Today Richard Tauber, the Austrian tenor of Jewish ancestry, is a genuine icon, as the title of a splendid 5-CD box set of his recordings from EMI Classics indicates. Yet his life is a cautionary tale of how critics should reflect on the possible impact of their words.
By the 1920s, Tauber had achieved matinee idol status throughout Europe via his recordings of the operettas of Franz Lehár and Oscar Straus. The Austrian Jewish journalist Karl Kraus called Tauber “Der Schmalztenor” and meant by “Schmaltz” the less complimentary parts of what we think of as schmaltz — the slushy sentimentality.
But, as CD reissues from Nimbus Records establish, although he often dignified schmaltzy music with his artistry, Tauber also excelled in grand opera, from Bizet and Mozart to Wagner and Richard Strauss.
Tauber was also a refined interpreter of intimate lieder by Franz Schubert and Hugo Wolf. Tauber’s contemporaries, such as Josef Krips, the Austrian conductor of Jewish ancestry, admired this versatility; Krips stated: “Tauber was certainly a great singer, but a still greater musician.”
Kraus’s inaccurate wisecrack about Tauber’s schmaltziness had an even more unjust posterity, as explained in a new biography published on April 1 by Milena Verlag, “Tomorrow I Must Leave Here: Richard Tauber, The Emigration of a World Star” (Morgen muß ich fort von hier. Richard Tauber: Die Emigration eines Weltstars). Its author, Evelyn Steinthaler, details how by the winter of 1931, Nazi thugs would assault Tauber after concerts, screaming:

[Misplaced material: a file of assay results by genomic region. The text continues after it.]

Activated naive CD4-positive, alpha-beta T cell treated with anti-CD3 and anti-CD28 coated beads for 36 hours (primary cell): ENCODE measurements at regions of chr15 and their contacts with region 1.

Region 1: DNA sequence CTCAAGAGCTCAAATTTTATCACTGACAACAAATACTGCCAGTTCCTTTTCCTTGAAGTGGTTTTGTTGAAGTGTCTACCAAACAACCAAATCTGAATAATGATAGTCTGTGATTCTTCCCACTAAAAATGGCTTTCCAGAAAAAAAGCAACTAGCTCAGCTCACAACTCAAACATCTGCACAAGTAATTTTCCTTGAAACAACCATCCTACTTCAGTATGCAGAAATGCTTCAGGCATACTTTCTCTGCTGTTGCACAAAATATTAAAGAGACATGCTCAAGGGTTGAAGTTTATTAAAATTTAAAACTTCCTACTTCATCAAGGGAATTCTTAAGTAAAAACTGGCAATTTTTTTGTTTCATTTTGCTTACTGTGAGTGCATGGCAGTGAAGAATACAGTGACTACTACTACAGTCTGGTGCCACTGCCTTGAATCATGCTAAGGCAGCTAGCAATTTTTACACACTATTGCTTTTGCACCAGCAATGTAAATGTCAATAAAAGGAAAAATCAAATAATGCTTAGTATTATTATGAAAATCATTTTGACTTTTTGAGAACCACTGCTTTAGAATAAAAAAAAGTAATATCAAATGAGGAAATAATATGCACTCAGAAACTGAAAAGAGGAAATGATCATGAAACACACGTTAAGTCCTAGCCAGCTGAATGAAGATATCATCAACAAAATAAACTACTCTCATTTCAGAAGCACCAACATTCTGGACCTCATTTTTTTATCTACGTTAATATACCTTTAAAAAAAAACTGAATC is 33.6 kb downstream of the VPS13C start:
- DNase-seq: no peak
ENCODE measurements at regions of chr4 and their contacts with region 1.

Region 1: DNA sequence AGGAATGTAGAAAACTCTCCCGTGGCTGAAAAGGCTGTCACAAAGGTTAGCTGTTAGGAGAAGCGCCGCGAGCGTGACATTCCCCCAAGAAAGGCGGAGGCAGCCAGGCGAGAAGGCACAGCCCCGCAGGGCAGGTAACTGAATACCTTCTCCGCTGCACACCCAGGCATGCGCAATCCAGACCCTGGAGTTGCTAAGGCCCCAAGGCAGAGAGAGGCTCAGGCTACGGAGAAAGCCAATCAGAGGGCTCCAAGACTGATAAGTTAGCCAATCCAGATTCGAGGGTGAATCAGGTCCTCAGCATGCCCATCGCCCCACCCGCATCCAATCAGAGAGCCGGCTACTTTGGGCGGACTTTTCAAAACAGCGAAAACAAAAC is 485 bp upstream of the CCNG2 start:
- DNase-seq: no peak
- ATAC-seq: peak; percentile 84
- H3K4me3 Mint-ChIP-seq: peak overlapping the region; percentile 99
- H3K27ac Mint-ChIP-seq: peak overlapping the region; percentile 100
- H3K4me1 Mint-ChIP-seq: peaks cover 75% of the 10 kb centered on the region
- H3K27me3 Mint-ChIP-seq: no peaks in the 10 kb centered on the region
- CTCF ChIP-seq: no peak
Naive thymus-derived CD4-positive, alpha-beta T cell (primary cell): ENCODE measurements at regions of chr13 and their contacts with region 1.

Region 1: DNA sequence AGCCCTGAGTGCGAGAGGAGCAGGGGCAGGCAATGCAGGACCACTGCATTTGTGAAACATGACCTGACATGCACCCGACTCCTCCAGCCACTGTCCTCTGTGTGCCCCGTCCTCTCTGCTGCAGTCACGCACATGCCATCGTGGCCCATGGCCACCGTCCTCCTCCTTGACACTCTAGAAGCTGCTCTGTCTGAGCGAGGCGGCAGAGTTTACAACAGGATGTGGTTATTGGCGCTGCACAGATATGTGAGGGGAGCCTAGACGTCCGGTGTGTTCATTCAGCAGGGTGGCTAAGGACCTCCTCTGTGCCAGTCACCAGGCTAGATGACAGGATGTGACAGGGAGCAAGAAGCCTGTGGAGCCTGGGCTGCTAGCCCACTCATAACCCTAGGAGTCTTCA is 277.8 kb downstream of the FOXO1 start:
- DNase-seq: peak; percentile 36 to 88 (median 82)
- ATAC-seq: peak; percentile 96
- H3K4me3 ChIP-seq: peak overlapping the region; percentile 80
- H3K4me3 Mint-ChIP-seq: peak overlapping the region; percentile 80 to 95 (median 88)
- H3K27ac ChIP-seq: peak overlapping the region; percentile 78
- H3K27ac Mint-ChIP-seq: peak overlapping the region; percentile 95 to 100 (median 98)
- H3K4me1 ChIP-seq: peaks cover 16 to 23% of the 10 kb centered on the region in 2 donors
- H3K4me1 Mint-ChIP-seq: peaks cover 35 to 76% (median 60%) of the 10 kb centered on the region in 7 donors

Jewish rascal, get out of Germany!” (Judenlümmel, raus aus Deutschland!).
Shortly thereafter, Joseph Goebbel’s Nazi propaganda department would publish attacks on Tauber as “The Jewish Schmalztenor,” thereby reutilizing a Jewish critic’s earlier attack for its own political purposes. The title of Steinthaler’s book refers to a popular German folksong, but also alludes to how the romantically idealizing genre of operetta was substantially a Jewish creation. From the aforementioned Oscar Nathan Straus to Emmerich Kálmán (born Imre Koppstein in Siófok, Hungary) and Leo Fall, many major composing talents were Jewish, obliged to flee after Nazi racial laws went into effect. Even so, the operetta genre was not fully Aryanized, as Johann Strauss, who wrote the immortal “Die Fledermaus,” had a Jewish grandfather, a fact carefully covered up by the same Nazi propaganda machine which re-labeled beloved poems by Heinrich Heine as “by an unidentified German poet.”
Exiled in London, aging and suffering from ill health (he died in 1948), Tauber valiantly sang and recorded in the English language, not as a schmalztenor but one who dignified schmaltzy operettas with his powerfully deft, still-admirable singing.
Listen to Tauber singing (in a duet with himself) a song by Felix Mendelssohn.
Hear Tauber singing “Heimweh,” the German version of the 1920s Irving Berlin hit, “Always.”
And listen to Tauber in a melody by Fritz Kreisler.